There will come a day when Albert Ayler's visage will become as prevalent and defiant an image as that of Che. Call him a freedom fighter, a revolutionary, a firebrand, seeking the essence at the core of all music, not just jazz. Through the '60s, Ayler's fervent breathing and circular huffing through the simplest of children songs and New Orleans marches revealed the ecstatic and cathartic beneath the song's surface, and he brought forth such energy so that each phrase flared like a comet through the cosmos. His fellow spacemen, drummer Sunny Murray and bassist Gary Peacock, provided a foundation that both tethered Ayler's mungo vibrato and launched him further into the stratosphere. On "Spirits" and the two versions of "Ghosts," such ethereal entities can be felt coursing through Ayler's music.
By Kevin Whitehead on 07.03.14 in Features
A half-century ago, Albert Ayler recorded a free-jazz masterpiece.
By Andy Beta on 06.11.13 in Collections
In most other cultures, the beard is a sign of maturity, wisdom, an indicator of "yang" energy; but in America, the bearded are pushed to the fringe, to the brambled outskirts of a well-groomed, highly manicured society....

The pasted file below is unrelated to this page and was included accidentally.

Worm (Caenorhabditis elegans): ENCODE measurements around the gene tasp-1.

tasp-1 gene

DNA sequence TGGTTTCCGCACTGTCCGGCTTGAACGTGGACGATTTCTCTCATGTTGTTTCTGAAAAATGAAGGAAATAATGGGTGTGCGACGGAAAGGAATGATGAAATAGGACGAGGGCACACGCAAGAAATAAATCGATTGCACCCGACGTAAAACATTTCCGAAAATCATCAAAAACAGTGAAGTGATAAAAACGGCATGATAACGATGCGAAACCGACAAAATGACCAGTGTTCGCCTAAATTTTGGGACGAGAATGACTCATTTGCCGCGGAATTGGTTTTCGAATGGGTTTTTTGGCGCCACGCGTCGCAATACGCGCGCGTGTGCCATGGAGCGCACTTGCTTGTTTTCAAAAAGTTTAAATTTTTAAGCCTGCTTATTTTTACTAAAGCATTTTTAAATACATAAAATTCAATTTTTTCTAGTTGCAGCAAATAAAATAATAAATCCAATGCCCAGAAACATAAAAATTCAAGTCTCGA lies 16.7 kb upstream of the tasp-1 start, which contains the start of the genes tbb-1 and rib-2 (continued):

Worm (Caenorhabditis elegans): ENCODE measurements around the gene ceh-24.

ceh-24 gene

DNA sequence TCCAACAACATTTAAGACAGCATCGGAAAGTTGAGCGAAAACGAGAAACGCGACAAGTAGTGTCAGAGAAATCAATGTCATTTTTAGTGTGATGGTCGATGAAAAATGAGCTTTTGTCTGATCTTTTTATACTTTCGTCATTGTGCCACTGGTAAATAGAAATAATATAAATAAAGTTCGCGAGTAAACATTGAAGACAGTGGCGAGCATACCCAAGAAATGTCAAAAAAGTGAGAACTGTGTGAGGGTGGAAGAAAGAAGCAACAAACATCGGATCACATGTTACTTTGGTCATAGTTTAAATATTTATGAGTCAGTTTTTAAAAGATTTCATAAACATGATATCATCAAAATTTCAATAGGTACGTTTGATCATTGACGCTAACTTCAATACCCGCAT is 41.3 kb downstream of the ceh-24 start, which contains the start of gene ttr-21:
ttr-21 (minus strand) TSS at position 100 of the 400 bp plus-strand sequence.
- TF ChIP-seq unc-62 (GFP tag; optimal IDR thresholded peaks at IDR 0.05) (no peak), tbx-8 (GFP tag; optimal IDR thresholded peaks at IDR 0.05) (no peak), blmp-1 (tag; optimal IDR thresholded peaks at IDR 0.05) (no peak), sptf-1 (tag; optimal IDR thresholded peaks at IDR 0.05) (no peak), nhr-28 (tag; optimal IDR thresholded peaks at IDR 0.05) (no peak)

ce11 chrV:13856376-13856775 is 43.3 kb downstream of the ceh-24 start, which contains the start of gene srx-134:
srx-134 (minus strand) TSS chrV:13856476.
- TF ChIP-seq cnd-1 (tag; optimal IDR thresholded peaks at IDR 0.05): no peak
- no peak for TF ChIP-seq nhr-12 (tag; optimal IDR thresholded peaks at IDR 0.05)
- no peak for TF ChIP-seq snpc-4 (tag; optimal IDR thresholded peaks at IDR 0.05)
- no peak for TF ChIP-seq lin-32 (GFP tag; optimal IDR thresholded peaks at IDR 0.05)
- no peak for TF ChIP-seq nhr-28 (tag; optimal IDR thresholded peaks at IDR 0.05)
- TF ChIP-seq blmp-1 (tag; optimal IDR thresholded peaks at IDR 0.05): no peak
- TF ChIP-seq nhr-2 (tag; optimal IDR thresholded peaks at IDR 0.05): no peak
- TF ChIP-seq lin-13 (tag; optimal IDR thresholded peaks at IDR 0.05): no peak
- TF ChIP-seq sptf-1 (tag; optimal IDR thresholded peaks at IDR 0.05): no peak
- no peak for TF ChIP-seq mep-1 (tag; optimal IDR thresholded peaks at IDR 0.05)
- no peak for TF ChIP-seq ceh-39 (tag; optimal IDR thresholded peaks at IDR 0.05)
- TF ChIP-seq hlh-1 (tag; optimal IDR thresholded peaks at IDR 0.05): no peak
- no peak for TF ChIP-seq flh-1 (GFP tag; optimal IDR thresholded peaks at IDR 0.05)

By Kevin Whitehead on 06.06.13 in Spotlights
ESP-Disk' might be the most revered and reviled of historically important jazz labels: revered for the free/avant classics it issued; reviled for its business practices. The leader of one mid-1960s ESP date still has his...
By Charles Farrell on 09.05.12 in Reviews
In describing his music, the late tenor saxophonist Albert Ayler said, "It's not about notes; it's about feelings." Fellow tenor player Frank Wright was a contemporary of Ayler's, who lived in New York City at the same t...